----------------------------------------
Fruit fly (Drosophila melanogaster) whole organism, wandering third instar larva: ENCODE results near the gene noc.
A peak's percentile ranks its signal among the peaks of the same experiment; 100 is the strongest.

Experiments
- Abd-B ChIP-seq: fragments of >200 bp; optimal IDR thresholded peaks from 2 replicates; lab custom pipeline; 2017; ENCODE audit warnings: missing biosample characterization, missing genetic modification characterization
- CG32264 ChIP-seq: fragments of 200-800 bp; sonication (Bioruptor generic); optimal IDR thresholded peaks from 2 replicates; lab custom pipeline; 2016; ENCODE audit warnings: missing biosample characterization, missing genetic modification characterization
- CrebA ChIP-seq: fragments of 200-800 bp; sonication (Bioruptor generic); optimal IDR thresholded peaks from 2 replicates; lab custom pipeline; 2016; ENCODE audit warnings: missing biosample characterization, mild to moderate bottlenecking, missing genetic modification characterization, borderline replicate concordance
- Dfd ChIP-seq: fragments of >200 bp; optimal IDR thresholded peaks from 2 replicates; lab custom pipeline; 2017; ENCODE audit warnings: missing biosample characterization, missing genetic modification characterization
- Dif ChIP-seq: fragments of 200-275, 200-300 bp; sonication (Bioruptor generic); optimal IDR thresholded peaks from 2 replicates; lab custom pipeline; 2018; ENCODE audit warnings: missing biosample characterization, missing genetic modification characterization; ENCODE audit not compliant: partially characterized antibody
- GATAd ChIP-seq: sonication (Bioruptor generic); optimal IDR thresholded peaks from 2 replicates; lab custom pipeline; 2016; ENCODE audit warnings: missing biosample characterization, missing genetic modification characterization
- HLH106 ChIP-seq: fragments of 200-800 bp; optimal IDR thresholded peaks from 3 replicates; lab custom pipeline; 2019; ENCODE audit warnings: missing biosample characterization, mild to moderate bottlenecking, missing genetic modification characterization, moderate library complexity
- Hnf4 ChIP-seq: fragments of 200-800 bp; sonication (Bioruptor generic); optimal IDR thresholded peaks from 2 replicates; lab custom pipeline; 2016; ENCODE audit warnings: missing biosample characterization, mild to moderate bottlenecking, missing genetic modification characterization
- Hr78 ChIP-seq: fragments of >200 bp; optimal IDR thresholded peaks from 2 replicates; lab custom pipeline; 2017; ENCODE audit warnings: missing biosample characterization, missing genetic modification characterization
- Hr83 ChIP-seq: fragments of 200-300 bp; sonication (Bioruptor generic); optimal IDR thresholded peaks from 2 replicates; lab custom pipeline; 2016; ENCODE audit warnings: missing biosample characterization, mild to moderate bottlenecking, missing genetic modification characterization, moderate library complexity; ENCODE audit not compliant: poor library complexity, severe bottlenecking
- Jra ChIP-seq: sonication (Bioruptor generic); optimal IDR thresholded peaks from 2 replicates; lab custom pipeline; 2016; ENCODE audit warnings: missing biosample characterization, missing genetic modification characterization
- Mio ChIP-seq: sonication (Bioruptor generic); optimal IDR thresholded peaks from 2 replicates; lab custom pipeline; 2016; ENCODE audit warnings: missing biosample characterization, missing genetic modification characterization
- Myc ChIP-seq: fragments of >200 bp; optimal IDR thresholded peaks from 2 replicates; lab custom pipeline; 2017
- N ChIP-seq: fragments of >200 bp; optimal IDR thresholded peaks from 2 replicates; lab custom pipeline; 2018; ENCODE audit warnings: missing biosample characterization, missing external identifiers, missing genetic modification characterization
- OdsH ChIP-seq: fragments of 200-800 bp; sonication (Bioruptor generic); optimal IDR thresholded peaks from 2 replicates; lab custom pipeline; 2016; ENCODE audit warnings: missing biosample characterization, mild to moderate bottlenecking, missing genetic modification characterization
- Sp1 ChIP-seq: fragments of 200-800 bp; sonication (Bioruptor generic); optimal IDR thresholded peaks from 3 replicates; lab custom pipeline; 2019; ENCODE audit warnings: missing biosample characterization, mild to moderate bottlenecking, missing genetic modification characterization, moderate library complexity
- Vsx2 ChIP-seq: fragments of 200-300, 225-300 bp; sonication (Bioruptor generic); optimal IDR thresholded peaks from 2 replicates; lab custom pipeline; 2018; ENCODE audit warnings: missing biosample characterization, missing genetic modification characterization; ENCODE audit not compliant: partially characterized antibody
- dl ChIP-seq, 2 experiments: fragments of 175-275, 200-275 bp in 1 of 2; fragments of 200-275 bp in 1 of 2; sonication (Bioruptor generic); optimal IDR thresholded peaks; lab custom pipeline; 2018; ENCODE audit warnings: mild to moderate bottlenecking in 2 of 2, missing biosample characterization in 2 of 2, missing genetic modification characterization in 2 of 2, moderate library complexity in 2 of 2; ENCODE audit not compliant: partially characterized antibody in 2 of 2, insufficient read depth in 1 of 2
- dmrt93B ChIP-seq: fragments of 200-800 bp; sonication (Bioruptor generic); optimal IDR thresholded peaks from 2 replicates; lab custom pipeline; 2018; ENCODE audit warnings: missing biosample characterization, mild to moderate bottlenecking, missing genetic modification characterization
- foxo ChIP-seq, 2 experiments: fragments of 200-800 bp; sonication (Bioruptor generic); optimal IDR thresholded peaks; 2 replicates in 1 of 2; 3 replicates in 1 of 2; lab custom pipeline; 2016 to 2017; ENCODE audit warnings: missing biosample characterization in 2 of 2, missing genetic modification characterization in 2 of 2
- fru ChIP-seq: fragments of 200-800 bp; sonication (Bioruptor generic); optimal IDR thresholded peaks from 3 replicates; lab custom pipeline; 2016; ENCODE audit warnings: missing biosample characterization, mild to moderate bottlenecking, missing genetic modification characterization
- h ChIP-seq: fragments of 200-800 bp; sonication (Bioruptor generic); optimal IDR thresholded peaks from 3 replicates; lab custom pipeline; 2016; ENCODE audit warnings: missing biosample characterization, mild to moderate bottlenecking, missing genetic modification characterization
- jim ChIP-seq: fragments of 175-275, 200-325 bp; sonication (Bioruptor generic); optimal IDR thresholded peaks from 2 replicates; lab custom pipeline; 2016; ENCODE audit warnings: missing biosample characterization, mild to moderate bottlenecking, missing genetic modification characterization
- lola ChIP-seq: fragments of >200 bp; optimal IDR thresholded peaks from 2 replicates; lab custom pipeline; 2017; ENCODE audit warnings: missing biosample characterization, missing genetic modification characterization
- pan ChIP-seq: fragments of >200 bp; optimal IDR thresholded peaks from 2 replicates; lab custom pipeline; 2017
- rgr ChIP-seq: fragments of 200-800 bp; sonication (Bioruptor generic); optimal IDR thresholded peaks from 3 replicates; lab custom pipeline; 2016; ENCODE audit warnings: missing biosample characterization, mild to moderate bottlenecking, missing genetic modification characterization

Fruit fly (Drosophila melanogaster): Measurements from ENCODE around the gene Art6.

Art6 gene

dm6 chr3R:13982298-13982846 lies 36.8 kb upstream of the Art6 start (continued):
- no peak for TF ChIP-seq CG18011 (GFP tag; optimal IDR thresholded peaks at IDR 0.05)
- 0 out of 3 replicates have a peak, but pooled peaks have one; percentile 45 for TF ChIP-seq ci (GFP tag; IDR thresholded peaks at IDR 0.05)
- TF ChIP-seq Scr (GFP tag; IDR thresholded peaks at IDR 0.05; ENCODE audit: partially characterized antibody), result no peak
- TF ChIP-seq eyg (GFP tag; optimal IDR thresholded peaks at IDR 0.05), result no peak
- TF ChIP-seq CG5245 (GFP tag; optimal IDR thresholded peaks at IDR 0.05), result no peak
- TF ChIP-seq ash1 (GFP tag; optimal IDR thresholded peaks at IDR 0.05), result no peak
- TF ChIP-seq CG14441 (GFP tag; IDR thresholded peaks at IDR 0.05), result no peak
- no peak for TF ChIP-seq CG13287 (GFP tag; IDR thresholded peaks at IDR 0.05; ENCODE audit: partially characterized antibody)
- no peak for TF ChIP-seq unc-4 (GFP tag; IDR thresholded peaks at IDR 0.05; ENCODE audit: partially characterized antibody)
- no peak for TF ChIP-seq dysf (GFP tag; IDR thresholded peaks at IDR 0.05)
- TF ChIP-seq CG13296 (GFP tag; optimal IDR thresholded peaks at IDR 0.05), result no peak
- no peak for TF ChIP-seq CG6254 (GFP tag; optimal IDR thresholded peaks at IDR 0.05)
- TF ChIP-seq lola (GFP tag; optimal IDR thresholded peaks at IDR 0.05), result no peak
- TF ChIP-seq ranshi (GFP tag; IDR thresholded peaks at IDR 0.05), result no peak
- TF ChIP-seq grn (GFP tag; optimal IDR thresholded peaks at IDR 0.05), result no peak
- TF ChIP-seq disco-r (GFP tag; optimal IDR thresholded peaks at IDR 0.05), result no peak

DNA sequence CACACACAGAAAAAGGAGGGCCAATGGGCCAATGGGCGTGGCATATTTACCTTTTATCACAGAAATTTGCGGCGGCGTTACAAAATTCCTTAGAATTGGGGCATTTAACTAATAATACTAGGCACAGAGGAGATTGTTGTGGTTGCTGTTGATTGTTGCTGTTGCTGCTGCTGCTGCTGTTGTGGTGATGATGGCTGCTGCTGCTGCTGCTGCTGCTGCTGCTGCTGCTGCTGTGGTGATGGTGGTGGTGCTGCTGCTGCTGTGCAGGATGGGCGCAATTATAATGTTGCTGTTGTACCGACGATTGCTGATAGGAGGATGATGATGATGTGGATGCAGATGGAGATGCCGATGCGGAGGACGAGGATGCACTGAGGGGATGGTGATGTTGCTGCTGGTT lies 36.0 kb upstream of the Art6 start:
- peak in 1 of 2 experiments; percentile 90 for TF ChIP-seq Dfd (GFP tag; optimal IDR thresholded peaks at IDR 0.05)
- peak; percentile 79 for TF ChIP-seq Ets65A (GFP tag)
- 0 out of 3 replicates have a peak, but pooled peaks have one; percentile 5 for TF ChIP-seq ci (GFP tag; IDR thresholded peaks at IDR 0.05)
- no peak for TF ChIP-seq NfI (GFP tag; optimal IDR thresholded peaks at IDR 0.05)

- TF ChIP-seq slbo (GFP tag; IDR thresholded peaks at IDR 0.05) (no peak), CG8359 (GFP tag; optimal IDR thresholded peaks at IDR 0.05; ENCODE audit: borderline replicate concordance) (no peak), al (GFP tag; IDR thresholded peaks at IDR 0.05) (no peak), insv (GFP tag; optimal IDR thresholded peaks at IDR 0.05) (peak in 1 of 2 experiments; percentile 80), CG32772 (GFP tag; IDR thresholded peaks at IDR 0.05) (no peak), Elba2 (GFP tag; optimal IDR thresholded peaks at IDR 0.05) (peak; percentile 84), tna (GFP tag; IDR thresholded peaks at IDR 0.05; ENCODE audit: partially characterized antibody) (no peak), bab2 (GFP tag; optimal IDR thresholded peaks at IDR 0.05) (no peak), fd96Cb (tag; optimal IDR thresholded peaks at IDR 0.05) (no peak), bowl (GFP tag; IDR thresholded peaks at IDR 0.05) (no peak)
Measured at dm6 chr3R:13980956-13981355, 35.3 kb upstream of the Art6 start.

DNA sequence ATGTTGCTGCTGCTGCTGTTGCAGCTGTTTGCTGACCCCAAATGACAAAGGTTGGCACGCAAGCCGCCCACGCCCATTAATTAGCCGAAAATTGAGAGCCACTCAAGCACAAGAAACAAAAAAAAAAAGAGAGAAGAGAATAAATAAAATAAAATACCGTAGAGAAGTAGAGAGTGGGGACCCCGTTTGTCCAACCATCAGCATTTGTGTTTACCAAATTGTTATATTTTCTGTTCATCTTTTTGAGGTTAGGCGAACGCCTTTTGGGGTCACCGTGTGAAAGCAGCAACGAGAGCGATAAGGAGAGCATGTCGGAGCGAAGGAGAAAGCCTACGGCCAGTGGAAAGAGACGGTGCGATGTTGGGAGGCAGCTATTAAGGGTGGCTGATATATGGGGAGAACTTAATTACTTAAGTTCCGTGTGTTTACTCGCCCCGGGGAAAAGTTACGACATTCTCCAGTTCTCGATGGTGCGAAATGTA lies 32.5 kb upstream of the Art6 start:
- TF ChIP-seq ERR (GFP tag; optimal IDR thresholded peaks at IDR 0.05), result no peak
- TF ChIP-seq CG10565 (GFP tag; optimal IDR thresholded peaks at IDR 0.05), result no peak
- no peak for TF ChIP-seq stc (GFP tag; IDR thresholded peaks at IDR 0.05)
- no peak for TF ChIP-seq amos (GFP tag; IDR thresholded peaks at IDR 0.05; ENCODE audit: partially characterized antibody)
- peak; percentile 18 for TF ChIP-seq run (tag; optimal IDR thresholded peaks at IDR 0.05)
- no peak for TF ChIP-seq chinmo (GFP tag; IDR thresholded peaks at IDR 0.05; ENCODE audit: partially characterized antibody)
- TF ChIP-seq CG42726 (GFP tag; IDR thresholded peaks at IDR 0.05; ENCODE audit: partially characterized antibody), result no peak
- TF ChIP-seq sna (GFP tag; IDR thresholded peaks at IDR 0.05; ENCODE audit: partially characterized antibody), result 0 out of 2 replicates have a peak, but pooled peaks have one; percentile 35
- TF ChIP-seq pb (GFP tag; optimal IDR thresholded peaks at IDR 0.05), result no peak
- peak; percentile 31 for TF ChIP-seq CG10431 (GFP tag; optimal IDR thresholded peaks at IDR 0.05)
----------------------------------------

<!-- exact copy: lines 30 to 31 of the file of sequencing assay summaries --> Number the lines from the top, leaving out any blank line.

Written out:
Fruit fly (Drosophila melanogaster): Measurements from ENCODE around the gene Art6.

Art6 gene